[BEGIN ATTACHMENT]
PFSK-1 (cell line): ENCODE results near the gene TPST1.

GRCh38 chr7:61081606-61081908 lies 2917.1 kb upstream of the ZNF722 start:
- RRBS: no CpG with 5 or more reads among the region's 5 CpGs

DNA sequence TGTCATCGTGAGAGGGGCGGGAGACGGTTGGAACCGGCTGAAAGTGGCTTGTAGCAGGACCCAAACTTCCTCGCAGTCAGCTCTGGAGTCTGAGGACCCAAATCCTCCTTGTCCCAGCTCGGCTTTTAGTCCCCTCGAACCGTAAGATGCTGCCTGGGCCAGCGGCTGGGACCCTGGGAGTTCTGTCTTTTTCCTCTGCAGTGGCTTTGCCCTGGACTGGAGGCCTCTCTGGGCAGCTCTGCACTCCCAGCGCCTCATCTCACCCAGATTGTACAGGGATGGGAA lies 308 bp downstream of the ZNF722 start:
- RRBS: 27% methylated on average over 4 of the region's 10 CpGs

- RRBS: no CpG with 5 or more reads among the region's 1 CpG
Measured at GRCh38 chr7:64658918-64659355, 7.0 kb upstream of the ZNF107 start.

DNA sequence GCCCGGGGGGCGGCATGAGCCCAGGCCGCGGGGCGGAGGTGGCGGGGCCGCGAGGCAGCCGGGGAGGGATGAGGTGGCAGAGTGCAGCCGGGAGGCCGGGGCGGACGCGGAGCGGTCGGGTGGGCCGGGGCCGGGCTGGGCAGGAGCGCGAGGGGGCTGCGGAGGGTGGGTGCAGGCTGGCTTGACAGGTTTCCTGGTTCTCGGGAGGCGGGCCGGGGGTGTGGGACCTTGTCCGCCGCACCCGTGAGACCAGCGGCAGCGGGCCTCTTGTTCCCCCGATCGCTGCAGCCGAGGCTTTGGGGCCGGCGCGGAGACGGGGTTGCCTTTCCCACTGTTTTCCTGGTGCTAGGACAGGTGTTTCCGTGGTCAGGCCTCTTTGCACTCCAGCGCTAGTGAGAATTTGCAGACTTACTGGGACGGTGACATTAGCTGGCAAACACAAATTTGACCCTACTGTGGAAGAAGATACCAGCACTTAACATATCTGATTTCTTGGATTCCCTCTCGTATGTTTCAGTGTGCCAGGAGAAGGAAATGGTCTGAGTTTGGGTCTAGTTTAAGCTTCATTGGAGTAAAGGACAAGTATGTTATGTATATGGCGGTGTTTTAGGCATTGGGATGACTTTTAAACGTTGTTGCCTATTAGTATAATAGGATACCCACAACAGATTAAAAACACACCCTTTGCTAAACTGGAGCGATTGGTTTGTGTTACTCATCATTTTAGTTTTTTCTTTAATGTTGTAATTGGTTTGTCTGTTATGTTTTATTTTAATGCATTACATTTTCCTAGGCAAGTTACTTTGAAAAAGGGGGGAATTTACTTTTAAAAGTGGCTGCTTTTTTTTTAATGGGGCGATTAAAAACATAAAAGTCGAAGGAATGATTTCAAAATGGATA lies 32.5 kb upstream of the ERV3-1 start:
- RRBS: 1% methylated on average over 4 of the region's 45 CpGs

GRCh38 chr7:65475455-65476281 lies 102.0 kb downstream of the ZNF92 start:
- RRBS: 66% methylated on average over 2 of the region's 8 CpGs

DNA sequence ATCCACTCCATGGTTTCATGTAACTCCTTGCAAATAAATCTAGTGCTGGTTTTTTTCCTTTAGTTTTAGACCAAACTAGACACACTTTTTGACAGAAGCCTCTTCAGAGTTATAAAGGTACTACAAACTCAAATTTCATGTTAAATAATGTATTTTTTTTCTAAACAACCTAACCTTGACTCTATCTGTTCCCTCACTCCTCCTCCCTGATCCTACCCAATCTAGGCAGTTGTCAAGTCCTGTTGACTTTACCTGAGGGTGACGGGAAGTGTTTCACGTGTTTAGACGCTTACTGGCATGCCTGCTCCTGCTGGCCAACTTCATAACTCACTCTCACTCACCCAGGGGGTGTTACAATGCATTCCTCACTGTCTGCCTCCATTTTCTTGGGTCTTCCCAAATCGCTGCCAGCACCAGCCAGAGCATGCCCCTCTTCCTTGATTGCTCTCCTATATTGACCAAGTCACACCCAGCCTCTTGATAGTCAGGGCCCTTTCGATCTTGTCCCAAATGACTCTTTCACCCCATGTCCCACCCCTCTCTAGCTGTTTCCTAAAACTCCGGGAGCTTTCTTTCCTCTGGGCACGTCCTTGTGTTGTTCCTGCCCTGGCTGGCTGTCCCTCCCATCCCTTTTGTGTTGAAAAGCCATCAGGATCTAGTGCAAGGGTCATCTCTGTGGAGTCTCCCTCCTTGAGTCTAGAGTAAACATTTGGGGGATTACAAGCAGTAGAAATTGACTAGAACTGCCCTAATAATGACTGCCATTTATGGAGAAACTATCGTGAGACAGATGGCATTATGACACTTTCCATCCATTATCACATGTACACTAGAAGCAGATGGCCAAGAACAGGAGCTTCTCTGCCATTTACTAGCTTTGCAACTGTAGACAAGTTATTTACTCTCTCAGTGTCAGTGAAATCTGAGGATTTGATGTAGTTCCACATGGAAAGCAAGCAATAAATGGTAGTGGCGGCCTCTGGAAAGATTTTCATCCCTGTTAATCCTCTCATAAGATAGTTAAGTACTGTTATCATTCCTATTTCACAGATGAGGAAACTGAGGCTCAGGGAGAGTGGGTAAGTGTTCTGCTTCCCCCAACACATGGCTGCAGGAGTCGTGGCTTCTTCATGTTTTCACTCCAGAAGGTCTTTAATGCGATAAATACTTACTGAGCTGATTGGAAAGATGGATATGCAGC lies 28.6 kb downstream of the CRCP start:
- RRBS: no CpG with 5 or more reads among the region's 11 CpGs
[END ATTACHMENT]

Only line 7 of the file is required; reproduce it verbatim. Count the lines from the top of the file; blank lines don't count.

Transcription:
Measured at GRCh38 chr7:64658918-64659355, 7.0 kb upstream of the ZNF107 start.